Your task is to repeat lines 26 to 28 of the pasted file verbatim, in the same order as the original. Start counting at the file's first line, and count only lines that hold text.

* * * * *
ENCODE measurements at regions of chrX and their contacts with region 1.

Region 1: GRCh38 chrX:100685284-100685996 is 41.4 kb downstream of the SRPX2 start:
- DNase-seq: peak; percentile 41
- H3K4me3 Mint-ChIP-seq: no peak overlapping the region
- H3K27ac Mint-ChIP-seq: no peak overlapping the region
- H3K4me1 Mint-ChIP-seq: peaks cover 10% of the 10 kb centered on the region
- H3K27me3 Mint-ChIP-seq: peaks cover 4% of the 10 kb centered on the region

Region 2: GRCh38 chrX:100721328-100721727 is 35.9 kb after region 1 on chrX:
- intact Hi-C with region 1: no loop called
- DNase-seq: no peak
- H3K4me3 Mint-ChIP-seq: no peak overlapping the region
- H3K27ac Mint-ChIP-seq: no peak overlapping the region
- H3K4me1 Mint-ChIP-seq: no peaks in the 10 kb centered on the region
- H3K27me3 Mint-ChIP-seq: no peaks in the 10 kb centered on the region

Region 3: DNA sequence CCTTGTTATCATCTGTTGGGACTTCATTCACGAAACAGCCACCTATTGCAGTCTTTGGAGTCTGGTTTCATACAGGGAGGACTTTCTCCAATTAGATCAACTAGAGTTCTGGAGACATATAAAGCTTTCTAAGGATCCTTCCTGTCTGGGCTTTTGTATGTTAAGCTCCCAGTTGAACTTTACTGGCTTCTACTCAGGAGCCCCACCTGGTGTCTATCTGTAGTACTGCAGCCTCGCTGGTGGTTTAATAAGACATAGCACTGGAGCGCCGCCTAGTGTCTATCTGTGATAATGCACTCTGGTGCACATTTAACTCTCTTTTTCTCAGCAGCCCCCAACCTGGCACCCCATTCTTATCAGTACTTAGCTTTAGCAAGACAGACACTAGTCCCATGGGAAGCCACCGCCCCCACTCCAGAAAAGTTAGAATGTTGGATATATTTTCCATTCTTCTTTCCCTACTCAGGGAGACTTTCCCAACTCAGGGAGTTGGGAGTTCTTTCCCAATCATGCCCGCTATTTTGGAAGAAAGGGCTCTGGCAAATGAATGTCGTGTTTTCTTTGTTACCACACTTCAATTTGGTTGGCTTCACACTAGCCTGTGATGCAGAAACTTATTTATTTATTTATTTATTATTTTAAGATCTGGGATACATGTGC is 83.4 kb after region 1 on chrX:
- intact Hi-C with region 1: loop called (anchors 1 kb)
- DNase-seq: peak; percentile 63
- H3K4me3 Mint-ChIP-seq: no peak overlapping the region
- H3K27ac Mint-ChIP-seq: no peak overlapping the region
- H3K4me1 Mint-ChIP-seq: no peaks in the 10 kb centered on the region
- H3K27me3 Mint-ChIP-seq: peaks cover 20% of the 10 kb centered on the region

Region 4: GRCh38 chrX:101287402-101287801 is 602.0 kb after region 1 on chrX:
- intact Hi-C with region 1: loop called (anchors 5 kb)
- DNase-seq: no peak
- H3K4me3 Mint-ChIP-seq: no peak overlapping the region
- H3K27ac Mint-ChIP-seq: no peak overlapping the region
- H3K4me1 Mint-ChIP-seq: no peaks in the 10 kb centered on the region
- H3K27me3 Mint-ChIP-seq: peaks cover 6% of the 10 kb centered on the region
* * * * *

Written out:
- H3K27ac Mint-ChIP-seq: no peak overlapping the region
- H3K4me1 Mint-ChIP-seq: no peaks in the 10 kb centered on the region
- H3K27me3 Mint-ChIP-seq: peaks cover 6% of the 10 kb centered on the region